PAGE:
Remaining rooted whilst branching out: an investigation of rules and principles in decision-making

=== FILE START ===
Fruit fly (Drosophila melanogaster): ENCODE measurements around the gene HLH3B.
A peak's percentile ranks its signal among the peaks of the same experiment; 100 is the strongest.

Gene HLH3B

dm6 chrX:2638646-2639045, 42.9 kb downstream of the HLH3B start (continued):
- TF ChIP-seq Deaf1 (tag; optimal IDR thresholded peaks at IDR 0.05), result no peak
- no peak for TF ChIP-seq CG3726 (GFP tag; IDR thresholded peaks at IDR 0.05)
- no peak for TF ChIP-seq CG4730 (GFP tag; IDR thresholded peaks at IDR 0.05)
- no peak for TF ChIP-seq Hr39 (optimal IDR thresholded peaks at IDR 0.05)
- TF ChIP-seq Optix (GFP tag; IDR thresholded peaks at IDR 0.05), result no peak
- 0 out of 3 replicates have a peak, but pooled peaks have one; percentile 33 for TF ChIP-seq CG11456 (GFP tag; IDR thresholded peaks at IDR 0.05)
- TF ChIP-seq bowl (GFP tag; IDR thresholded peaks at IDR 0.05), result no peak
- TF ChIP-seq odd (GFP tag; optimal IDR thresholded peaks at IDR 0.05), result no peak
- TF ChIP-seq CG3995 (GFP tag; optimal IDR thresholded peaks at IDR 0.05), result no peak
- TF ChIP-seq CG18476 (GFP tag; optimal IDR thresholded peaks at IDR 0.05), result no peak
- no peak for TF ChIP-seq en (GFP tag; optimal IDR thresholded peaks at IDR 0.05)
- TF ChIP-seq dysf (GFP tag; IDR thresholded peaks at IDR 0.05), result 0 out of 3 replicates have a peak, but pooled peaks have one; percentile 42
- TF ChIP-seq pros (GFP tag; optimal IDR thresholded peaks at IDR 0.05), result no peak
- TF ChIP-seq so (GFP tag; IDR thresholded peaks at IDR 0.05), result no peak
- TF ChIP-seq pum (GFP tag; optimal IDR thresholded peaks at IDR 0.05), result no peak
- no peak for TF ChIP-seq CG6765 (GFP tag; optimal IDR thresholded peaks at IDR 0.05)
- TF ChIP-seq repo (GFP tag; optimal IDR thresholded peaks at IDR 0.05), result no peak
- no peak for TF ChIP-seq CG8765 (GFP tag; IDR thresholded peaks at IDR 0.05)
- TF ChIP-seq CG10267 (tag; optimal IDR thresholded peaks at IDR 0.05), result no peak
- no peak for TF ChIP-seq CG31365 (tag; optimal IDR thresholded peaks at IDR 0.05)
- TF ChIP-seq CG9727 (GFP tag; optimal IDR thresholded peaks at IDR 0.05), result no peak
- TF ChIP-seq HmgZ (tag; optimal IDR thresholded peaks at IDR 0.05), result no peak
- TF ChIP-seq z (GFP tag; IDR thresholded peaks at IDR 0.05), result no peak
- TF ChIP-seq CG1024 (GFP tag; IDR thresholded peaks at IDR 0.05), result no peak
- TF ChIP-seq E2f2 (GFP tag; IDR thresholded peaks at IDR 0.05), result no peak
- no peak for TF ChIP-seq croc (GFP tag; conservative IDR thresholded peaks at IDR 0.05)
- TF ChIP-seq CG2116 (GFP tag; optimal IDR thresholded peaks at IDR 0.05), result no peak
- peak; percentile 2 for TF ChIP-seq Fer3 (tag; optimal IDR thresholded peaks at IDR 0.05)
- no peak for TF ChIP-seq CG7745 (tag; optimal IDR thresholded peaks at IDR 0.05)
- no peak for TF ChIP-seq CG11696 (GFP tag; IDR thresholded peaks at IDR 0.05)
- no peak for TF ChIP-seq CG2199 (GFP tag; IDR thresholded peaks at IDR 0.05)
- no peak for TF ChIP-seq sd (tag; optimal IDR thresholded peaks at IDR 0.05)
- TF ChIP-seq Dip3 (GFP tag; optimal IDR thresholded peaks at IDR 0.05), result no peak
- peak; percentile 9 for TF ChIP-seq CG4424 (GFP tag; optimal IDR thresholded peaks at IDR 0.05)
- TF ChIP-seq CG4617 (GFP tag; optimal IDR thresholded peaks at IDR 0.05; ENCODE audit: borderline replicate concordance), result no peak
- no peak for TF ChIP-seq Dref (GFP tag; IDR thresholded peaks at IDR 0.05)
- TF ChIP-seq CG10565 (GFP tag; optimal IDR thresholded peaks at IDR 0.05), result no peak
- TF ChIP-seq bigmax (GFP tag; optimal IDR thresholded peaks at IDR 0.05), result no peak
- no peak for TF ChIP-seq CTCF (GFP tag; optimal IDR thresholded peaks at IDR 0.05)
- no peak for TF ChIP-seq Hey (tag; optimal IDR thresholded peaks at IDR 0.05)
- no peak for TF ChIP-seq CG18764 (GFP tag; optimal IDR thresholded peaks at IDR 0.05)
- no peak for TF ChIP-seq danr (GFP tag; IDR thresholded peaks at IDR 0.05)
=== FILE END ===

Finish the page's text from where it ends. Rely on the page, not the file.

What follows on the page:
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Against the backdrop of health research regulation, this work engages in an exploration of, and offers suggestions towards, how the decision maker can negotiate the complex path of the difficult decision. It is argued that whilst rules and principles are heavily relied upon in order to determine what to do, this reliance takes place without adequate reflection of the different ways in which we seek to rely upon these decision-making aids. What is most often the topic of analysis is the content which rules and principles carry rather than consideration of the different functions which each can fulfil or their (un)suitability in helping the decision maker. Before we consider which principles or rules should inform our decisions, we need to understand why we are using rules and principles. It follows that in order to understand why we might use rules and principles, we must understand how rules and principles can actually help us to reach decisions. Through the development and refinement of a conceptual tree, this thesis sheds light on the how and the why, in order to help decision makers determine the which. Through the metaphor of a continuum, additional insights are offered on the interrelationships that might co-exist between rules and principles. This thesis begins by offering an analysis of pre-existing understandings of rules and principles from legal theory and bioethics literatures. Additionally, I consider the implications of principle-centric and rule-centric approaches to decision-making. Through the overarching metaphor of a tree, a conceptualisation of best practice instantiations, which represent a helpful middle-ground between rules and principles is also offered. This can provide significant practical support to the decision maker in navigating the path of the difficult decision.